Mr. Speaker, I will be sharing my time with the hon. member for Winnipeg South Centre.

I am pleased to participate in this evening's debate on the situation in Egypt, a debate called for by my colleague, the hon. member for Toronto Centre.

I am especially pleased to take part in this debate because my riding of Pierrefonds—Dollard is home to many Canadians of Egyptian origin, a community that is very involved and very engaged.

In addition, Canada has enjoyed a close relationship with Egypt since the Suez crisis in 1956. Since that time, we have shared a broad range of common interests, and I will mention only a few: trade relations, the Francophonie and most importantly, the desire for a fair solution in the Middle East.

But what happened so suddenly that caused all of Egypt to erupt? To understand the current situation, we must not forget history. There are many well-known causes, including youth unemployment, food shortages, the unchallenged domination of the National Democratic Party, President Mubarak's party, and the fact that during the next election, one of the president's sons, Gamal, might run for president.

But the success of the uprising in Tunisia was certainly the trigger. When he saw the scope of these protests, President Mubarak responded by shuffling his cabinet. However, the opposition forces rejected this change and called for the president to step down. I should note that in response, for the first time in 30 years, the president appointed a vice-president, Omar Souleiman, who, according to the Egyptian constitution, would become president, in the event the current president stepped down, until the next election.

In the meantime, the alliance of all of the opposition parties has asked Mohamed ElBaradei, the former director of the International Atomic Energy Agency, to negotiate a transition with the president's regime. Mr. ElBaradei has received extensive media coverage abroad but is relatively unknown in his own country. Jean-Noël Ferrié, the director of research at the CNRS, feels that he is not the right man for the job because he is “too alone and too absent”.

But what does the opposition want? In short, it wants to see the president gone. What would happen then? The new president, Mr. Souleiman, would temporarily take over the presidency for a transition period, during which both houses of parliament would be dissolved and the constitution would be revised with a view to presidential and legislative elections.

But would this scenario be acceptable to the coalition? Members must remember that this coalition is very divided and has opposing goals and visions. We must remember that these protests were initiated by the April 6 Youth Movement, led by Ahmad Maher. This group was started during a workers' uprising in the Nile delta in 2008. Mr. Maher is calling for not only political reforms, but also social and economic reforms.

Another party, the Muslim Brotherhood, which is prohibited by the government, is still represented by a number of independent members of parliament. This party is a big question mark and is a very big concern for Israel. Furthermore, there are 20 or so political parties that make up the legal opposition, including the Nationalist Party, the New Wafd Party, and the El Ghad Party, created by Ayman Nour, a candidate who lost in the 2005 presidential election.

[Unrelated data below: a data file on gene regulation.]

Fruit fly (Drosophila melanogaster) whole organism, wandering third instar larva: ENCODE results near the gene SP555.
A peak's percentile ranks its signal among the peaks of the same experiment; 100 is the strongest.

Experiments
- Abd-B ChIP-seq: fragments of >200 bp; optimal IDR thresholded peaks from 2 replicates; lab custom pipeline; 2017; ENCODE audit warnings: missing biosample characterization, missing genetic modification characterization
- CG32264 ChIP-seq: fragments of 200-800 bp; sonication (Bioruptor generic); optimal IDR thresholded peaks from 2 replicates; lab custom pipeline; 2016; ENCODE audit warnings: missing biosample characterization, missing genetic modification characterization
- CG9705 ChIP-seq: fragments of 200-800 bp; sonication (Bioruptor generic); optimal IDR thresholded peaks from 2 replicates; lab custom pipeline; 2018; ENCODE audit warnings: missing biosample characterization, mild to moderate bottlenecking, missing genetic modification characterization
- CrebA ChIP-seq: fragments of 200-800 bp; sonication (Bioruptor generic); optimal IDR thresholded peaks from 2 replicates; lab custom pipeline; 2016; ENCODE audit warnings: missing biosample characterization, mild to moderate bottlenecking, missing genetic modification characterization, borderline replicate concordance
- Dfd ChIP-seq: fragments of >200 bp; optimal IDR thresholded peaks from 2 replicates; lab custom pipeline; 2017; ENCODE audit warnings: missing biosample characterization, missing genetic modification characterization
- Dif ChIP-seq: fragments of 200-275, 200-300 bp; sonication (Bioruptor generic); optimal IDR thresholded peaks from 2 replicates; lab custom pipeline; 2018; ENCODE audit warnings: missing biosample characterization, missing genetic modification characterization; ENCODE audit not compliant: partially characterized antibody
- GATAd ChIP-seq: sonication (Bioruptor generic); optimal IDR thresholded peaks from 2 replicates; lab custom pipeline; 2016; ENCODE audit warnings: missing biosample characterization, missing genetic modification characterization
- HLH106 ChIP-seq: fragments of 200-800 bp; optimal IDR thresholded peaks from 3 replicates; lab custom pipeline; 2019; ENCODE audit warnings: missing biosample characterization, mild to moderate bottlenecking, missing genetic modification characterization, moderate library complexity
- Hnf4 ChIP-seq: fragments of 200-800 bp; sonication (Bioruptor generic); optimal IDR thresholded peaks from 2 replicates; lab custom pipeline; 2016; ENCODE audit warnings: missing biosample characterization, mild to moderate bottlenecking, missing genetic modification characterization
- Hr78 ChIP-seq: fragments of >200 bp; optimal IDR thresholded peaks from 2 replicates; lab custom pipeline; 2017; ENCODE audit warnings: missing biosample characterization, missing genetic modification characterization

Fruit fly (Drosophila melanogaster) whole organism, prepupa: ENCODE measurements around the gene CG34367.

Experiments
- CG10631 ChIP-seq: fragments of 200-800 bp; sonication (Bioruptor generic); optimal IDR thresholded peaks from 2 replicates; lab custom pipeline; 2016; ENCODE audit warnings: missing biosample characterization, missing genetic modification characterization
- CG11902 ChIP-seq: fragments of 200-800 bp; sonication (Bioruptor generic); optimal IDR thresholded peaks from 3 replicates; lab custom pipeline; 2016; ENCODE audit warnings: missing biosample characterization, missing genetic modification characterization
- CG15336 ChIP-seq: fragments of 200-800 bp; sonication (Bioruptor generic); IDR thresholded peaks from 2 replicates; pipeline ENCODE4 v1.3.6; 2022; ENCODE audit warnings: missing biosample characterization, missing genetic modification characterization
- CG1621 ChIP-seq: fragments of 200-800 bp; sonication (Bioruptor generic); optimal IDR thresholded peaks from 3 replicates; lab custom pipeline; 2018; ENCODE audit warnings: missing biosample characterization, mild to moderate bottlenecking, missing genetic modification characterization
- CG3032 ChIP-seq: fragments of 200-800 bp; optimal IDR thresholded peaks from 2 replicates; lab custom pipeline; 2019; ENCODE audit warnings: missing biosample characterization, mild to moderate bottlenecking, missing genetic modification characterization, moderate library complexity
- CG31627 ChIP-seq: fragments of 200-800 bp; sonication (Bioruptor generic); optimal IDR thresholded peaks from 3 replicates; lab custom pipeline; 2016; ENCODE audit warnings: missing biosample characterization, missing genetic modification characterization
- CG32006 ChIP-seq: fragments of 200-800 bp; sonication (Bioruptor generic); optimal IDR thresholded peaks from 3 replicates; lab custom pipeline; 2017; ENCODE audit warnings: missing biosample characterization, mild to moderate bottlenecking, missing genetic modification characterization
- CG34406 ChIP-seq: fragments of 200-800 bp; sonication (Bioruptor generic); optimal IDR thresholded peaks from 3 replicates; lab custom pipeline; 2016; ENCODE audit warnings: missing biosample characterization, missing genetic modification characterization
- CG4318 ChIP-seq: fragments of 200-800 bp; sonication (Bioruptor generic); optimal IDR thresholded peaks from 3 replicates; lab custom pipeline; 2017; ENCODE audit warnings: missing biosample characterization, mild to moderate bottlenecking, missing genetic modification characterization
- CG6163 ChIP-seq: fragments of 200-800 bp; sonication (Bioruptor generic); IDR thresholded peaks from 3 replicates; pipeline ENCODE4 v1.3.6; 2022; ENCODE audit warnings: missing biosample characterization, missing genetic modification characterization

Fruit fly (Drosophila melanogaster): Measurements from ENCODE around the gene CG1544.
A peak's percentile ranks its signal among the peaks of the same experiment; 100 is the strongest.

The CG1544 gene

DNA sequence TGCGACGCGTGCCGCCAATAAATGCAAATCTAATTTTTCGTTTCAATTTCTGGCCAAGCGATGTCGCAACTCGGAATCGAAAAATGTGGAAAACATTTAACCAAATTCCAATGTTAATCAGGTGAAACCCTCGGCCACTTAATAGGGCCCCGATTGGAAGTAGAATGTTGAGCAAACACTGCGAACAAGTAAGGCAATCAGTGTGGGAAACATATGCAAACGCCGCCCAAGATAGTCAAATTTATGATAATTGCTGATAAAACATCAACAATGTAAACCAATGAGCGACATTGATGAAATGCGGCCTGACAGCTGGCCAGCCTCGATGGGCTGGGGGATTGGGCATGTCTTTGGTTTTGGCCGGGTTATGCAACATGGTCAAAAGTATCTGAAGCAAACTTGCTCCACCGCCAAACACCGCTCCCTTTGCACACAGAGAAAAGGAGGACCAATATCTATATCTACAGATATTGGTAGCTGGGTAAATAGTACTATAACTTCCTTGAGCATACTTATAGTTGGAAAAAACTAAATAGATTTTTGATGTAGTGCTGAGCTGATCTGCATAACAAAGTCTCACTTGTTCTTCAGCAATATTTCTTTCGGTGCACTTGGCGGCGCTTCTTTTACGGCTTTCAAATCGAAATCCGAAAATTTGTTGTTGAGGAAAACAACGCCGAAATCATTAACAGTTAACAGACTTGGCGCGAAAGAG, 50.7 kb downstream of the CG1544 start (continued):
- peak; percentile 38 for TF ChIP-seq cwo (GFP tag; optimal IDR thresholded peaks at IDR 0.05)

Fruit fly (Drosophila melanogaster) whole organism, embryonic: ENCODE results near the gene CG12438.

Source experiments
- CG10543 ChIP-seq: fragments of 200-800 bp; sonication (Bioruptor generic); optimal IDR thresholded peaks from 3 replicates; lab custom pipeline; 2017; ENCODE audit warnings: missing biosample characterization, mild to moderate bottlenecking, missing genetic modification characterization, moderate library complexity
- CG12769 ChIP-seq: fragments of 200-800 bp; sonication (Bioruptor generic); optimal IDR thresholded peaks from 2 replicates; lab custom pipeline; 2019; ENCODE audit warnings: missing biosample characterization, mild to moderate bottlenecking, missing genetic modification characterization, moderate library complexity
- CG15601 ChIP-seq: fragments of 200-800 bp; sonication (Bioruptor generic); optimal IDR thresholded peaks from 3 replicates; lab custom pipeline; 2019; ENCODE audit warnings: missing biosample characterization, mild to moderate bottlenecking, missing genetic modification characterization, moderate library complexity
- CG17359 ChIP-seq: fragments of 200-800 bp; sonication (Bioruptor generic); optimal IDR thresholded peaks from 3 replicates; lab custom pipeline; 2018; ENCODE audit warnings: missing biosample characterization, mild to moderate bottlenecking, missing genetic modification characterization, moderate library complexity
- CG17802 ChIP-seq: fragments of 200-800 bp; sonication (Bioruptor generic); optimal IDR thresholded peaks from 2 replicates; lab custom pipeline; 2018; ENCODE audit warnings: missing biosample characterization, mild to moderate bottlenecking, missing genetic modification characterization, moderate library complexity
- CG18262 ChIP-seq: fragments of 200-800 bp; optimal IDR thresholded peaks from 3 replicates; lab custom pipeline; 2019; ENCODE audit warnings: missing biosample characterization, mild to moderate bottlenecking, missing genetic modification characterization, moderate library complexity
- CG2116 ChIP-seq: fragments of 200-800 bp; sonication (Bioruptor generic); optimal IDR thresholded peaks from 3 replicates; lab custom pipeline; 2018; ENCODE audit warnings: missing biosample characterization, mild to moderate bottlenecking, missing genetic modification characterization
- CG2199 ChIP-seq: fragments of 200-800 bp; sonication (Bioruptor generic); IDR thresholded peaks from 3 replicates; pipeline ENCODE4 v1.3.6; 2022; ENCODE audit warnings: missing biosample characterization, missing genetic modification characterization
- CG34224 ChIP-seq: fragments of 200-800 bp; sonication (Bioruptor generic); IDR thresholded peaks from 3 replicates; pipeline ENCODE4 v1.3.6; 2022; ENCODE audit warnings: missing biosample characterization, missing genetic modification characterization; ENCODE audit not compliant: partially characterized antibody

Where does that leave us today? The coalition is continuing to put very strong pressure on the current government through massive demonstrations. People are speaking out around the world. Catherine Ashton, the head of European diplomacy, has called on President Mubarak to act as soon as possible to carry out the political transition. The British Prime Minister told the British Parliament that this transition should be urgent and credible and that it should start now.

On this side of the Atlantic, President Obama has said that an orderly transition must be significant and peaceful and must begin now. Canada is closely monitoring the situation. The crucial role of the army should not be forgotten because, since 1952, all Egyptian presidents have come from the ranks of the army. Furthermore, only the army has veto power with respect to presidential succession. Is the army prepared to give up this veto during future negotiations on constitutional amendments?

I believe there is no turning back. Through diplomacy, Canada must play a much greater role than it does at present in searching for an equitable solution. After 30 years of unchallenged rule, future negotiations will be arduous, long and very difficult. That is where Canada must make a contribution.

Every effort must be made to ensure that human rights and freedom of association, movement and religion are guaranteed not only in the constitution, but in reality.

The violence must stop and Canada must now play a role not only in the establishment of meaningful dialogue, but also in the reconstruction of such a beautiful country.

Black History Month February 1st, 2011

Mr. Speaker, before being officially recognized by Parliament in 1995, the celebration of African-Canadian history and culture was just a modest community-based movement.

February is Black History Month and an excellent opportunity to pay tribute to the efforts and accomplishments of the African community in Canada. Whether we are talking about athletes, politicians, artists or businesspeople, the contribution by this community over the years has been truly outstanding.

I know first-hand that through their perseverance, determination and courage, they have proven to us that dreams can come true, that we can overcome obstacles and succeed at anything we do.

I am very proud to join Canadians in thanking Canada's black community for contributing its rich African heritage to our multicultural society.